No doubt, guilt is a big issue for many people going through a divorce. I came across an interesting article on the subject at Divorce Transitions. The author has opined that there are two separate stages:
We tend to think of “shock” as being sudden. But the dictionary tells us it can be “a disturbance in the equilibrium or permanence of something” or “a sudden or violent mental or emotional disturbance.” Therapists confirm that shock need not have the suddenness of a lightning bolt. You may have known for some time that your marriage was in trouble, but the final realization of the loss may still create a sense of shock.
Among the most common symptoms are extreme disorientation, numbness, difficulty with short-term memory, physical distress, and/or confusion. As part of denial, the divorce-bound person may seek refuge in fantasy. “He’s going to come in the front door this evening, and everything will be just like its always been.” There’s comfort in the familiar. Denial provides a necessary buffer zone in which the unconscious prepares itself for the massive change ahead.
Although both spouses may experience feelings of guilt, they do so at somewhat different times. The Leaver can feel guilt over leaving the marriage, no matter how unhealthy. In fact, the longer the co-dependent marriage goes on, the more each party is locked into their giving-receiving role. The giver became accustomed to always putting others’ desires and interests before his or hers. It may be agonizing for that person to suddenly put their mental well-being ahead of doing for others.
On the other hand, the Left may do a lot of hand wringing over various “if only” issues. If only I had been a better provider, lover, caregiver, companion, the Leaver wouldn’t have gone.
The shock becomes less numbing with time as the sufferer is better able to accept the fact of the major life change they now face. Both aspects of guilt can be addressed in joint counseling, or counseling for closure.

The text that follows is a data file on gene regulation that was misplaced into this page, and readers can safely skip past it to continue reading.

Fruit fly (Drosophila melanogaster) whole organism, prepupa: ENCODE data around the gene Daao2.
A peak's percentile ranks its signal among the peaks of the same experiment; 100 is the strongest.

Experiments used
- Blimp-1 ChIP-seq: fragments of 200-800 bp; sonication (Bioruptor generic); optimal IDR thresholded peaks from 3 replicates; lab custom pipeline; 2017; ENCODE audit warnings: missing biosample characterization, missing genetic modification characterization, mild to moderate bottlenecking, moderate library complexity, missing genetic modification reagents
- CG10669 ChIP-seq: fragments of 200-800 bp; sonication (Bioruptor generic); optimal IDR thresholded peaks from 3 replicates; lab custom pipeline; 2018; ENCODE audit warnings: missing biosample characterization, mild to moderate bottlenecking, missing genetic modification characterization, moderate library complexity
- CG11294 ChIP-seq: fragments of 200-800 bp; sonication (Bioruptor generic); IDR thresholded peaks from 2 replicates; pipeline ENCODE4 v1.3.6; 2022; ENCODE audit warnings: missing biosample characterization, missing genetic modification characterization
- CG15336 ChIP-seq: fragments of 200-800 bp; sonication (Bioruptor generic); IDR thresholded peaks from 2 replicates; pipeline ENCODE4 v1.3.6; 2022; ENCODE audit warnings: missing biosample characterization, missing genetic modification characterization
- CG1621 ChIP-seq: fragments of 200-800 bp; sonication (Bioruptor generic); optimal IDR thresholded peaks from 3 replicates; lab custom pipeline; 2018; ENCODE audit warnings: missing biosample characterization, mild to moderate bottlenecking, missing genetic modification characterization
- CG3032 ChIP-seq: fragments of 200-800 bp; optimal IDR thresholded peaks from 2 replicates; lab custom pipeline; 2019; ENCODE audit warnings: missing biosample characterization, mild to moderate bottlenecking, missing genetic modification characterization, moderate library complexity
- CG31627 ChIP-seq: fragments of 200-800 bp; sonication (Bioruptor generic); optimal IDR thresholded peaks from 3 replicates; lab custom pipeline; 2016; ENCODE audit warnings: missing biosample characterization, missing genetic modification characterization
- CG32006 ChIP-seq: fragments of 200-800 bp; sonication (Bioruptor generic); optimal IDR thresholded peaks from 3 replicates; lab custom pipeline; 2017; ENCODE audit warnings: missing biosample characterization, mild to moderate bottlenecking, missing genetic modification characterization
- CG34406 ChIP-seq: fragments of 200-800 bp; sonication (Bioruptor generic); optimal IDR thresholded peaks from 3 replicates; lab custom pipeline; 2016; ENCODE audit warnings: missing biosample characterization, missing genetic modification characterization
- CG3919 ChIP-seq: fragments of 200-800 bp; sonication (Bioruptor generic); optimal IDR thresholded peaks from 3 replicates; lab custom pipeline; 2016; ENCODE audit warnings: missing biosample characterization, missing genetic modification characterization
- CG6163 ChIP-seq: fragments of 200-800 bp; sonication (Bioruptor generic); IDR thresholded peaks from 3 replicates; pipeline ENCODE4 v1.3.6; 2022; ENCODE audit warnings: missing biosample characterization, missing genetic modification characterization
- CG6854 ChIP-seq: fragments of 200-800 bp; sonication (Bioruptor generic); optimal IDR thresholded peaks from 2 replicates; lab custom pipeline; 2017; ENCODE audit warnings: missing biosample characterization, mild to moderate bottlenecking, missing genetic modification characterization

Overcoming the feelings of guilt is necessary to start healing from a divorce. Guilt may be the strongest where it involves your children, according to psychologists. Dr. Paul Wanio, a psychologist in Florida, makes the following observations and suggestions:
- You’re not perfect, and that’s OK.
- You will make mistakes even when doing your best.
- Divorce is like death and sometimes the only thing that you can do is to just be there for your child and understand. That’s all.
- Your child’s negative comments may simply be an expression of distress and not criticism.
- Your child’s blaming of you may be a defense against feeling overwhelmed and not meant against you personally – it is merely a young child’s way of coping.
- Change never happens as quickly as any of us want. Acceptance and patience will do much to help you through this time.
- Distress is less traumatic when met with love.
To read Dr. Wanio’s entire article, click here.
The importance of obtaining counseling in the divorce transition process cannot be overstated. A good psychologist can be invaluable. Talk with your lawyer about recommendations. There are many excellent resources available online including www.divorcewithoutdishonor.com, www.firstwivesworld.com, and http://divorced-men.com.
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Robert L. Mues
Robert Mues is the managing partner of Dayton, Ohio, law firm, Holzfaster, Cecil, McKnight & Mues, and has received the highest rating from the Martindale-Hubbell Peer Review for Ethical Standards and Legal Ability. Mr. Mues is also a founding member of the "International Academy of Attorneys for Divorce over 50" blog.